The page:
Is the Covid-19 vaccine a cause for concern?

Is the Covid-19 vaccine a cause for concern?

Is the speed with which the Covid-19 vaccine was created a cause for concern? Butantan specialist responds

by Butantan Team

Published: November 10, 2021

By the end of 2019, SARS-CoV-2 had become a major concern for the entire planet. In a short time, Covid-19, a disease caused by the virus, left a trail of patients and deaths wherever it arrived. Science rushed to create a vaccine against the disease, and the first immunizations were ready in mid-2020. Until then, it took more than 10 years for a vaccine to be ready, while the one that fights Covid-19 reached the arms of people in months.

Is an immunizer that was developed and produced in such a short time safe?

The scientific researcher and director of the Vaccine Development Laboratory at Butantan, Viviane Maimoni Gonçalves, is categorical: they are, yes, safe, and there is no reason to worry.

A work that comes from before

The biggest misconception about the vaccine is that the work to produce it began at the beginning of the pandemic — in fact, it was much earlier.

“It seems that the vaccine came out quickly, but it wasn’t quite like that. If you count the time when the technology to fight the virus was developed, it’s at least 20 years”, calculates Viviane. The technology to fight Severe Acute Respiratory Syndrome (SARS) was already underway in 2003, when the first global outbreak involving a coronavirus took place.

“Oxford University was studying SARS-CoV. They carried out phase one and two of the clinical studies in humans, but none of the immunizing agents was ready because the pandemic ended sooner”, explains the scientific researcher.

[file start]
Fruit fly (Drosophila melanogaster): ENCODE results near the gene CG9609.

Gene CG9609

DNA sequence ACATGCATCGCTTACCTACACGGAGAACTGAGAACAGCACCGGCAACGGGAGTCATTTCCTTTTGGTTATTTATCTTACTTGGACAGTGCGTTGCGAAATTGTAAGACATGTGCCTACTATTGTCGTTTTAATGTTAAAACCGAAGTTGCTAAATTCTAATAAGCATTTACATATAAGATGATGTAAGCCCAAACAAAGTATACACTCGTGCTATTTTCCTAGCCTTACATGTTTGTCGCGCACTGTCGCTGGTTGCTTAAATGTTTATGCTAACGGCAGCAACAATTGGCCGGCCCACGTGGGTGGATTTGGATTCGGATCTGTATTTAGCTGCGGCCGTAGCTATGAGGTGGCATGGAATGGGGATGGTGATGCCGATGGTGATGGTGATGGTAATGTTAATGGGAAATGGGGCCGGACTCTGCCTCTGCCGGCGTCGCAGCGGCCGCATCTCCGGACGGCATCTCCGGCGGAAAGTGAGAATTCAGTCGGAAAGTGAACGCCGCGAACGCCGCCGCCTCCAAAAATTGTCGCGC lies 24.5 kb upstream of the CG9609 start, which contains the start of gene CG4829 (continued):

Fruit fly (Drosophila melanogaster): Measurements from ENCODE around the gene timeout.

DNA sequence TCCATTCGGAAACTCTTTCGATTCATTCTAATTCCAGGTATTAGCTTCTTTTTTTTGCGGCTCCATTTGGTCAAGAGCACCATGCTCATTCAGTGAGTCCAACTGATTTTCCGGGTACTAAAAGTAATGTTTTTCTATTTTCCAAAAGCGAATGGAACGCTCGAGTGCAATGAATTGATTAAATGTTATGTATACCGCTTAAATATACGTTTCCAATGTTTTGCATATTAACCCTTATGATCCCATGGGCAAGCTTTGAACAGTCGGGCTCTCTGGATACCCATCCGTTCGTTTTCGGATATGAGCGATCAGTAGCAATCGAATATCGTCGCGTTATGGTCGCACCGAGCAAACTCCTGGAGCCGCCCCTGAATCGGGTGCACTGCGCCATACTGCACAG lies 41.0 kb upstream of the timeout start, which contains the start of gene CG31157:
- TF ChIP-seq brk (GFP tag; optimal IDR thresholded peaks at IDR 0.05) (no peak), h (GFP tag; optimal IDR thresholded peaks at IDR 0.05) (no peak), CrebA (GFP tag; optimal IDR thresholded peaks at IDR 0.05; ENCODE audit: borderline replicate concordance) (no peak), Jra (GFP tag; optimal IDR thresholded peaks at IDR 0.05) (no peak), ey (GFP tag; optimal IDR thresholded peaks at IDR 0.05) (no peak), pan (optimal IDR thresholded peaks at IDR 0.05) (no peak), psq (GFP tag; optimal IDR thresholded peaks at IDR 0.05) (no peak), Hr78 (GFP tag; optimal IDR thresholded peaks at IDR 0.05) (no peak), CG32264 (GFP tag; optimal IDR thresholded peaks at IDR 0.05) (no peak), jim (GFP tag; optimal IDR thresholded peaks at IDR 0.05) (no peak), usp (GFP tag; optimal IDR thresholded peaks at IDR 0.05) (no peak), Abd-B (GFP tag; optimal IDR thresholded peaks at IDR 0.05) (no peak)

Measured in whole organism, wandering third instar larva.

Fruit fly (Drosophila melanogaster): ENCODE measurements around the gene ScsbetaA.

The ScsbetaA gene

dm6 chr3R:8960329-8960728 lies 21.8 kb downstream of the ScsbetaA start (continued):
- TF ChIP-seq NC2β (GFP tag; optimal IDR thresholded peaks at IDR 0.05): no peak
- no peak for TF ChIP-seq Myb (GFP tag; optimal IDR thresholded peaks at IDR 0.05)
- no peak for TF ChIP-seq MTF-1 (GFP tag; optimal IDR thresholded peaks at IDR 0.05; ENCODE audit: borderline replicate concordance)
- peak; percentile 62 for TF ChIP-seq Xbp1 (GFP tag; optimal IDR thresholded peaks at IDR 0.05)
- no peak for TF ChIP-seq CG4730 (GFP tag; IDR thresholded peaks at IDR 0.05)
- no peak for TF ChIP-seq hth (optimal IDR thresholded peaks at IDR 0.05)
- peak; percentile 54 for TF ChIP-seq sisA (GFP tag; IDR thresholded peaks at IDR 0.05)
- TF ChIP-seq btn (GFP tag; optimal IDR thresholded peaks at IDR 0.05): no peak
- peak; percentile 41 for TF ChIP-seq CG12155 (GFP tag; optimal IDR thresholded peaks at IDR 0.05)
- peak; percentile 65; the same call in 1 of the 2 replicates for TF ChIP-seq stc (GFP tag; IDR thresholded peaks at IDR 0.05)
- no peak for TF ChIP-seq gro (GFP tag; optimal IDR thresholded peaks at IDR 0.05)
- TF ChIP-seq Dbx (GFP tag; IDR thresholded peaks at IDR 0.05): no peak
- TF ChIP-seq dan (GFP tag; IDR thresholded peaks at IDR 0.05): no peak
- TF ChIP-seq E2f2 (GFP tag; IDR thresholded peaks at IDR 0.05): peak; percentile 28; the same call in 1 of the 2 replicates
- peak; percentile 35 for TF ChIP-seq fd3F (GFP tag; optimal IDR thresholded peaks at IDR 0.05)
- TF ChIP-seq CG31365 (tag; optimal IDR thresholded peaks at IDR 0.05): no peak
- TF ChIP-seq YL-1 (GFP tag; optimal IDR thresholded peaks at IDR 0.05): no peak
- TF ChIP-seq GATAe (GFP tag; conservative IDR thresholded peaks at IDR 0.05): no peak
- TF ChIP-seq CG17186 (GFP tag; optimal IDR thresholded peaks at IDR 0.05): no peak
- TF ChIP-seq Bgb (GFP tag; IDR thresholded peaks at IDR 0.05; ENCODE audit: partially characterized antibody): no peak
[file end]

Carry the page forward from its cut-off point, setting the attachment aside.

The coronavirus reappeared in 2012, with Middle East Respiratory Syndrome (MERS). As in 2003, companies conducted clinical trials, but the pandemic ended before mass immunization was needed. The technology, however, has been improved again.

When SARS-CoV-2 emerged, the technology to tackle the coronavirus already existed. What the scientists needed to do was adapt the vaccine to fight the new virus – it has a protein called Spike (protein S) that is different from previous coronaviruses.

“In fact, we were lucky that the pandemic was caused by a coronavirus, and the immune response against just one protein was enough to protect from the virus,” comments Viviane.

The researcher points out that there are other more dangerous viruses in circulation, such as HIV, which causes AIDS. This retrovirus has been studied since it was identified in the mid-1980s, and until today it has not been possible to develop a vaccine to fight it due to its high mutation rate (much higher than that of SARS-CoV-2) and complexity (it hides within the cells of the immune system).

“There were years of investment, a lot of money spent, but we still don’t have an immunizing agent. It is a great challenge for the scientific community to this day”, says Viviane.

The flu virus is also harder to fight than SARS-CoV-2 – so much so that there is an annual schedule for getting vaccinated against influenza. Each year, the World Health Organization (WHO) makes a global epidemiological surveillance effort to collect circulating viruses and understand which ones will circulate next season in order to update the strains contained in the vaccine.

“People confuse a cold with the flu. Flu is a disease that can lead to death, even in the elderly”, explains the scientific researcher.

Viviane also points out that there is frequent development in research and technology, and that scientific advances in the last few decades helped in the process of developing vaccines against Covid-19 quickly. In addition, there was a large government investment from countries like the United Kingdom, China, the United States and India.

“It will always be possible to adapt to a new problem. We just hope the next one doesn’t show up anytime soon.”

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